Thursday, June 25, 2009

gin julep

1 tbsp Sugar
2 1/2 tbsp Water
3-4 sprigs Mint
3 oz Gin (Boomsma Jonge Genever)

Add sugar and water, and stir until sugar is dissolved. Add mint and lightly muddle to extract the oils. Strain into a julep cup (here, rocks glass) filled with crushed ice. Add gin, top off with more crushed ice, and garnish with a fresh mint sprig. Add drinking straw.
After thinking about the gulab sharbat cocktail that I had at Rendezvous, I remembered how the modern julep was derived from this Middle Eastern concept. While gulabs are made with water and rose petals, as the drink migrated to other parts of the world, more indigenous aromatic plants such as mint were used. And with the changing of botanicals, the Persian word gulab was converted into the French word julep. According to David Wondrich in Imbibe!, the first mention of an alcoholic mint julep in America was in 1802 in a letter from a William and Mary student who thought his fellow classmates indulged in them with excess. Jerry Thomas' The Bartender's Guide provides several recipes for juleps and the one that caught my eye on Monday night was the gin julep. In Jerry Thomas' day, the gin julep would have had Holland gin in it (first noted in 1828) which I interpreted as a Genever style and used our bottle of Boomsma's Jonge Genever accordingly. The mint for the drinks was harvested from the migratory mint colony that has sprung up twelve feet or so from the original mint patch.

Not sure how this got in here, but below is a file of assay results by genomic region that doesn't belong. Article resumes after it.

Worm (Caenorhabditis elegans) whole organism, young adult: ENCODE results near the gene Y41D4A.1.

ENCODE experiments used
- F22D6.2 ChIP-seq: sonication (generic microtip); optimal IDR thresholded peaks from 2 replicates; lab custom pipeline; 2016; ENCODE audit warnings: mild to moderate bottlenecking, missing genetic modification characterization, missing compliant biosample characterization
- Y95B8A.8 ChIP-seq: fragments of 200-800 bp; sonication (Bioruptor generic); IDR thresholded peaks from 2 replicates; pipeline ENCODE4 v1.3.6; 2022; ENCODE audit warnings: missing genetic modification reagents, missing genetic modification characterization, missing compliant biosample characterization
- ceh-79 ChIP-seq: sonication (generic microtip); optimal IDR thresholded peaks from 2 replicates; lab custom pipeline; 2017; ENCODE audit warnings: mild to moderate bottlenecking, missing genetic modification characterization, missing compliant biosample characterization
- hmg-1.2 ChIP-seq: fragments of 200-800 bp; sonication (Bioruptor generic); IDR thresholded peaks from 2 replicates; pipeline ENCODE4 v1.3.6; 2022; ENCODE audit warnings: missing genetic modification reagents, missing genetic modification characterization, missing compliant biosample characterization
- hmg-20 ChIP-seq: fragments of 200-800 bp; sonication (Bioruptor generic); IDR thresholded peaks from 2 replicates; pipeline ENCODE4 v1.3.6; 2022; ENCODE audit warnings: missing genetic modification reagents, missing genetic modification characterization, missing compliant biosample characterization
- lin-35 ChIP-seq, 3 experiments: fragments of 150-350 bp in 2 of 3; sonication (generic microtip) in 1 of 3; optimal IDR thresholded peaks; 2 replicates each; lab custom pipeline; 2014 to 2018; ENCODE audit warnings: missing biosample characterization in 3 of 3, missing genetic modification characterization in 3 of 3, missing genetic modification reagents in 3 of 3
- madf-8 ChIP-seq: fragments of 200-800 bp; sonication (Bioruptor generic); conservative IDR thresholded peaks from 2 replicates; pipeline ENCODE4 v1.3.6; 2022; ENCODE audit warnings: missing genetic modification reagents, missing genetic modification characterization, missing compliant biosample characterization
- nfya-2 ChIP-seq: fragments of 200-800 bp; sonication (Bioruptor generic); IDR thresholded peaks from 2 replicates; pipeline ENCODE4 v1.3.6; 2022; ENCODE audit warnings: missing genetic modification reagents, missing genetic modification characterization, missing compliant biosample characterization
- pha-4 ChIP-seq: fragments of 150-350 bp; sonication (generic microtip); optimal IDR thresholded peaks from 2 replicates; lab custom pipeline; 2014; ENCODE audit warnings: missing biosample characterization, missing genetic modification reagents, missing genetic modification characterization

The drink as one would expect was quite refreshing. The Genever gin added an interesting funkiness to the drink with its juniper-maltiness and slight harshness (relative to bourbon). Indeed, the gin-based julep is a very different creature from the more traditional bourbon one in some ways, but the sugar, ice, mint, and ritual do link the two together.

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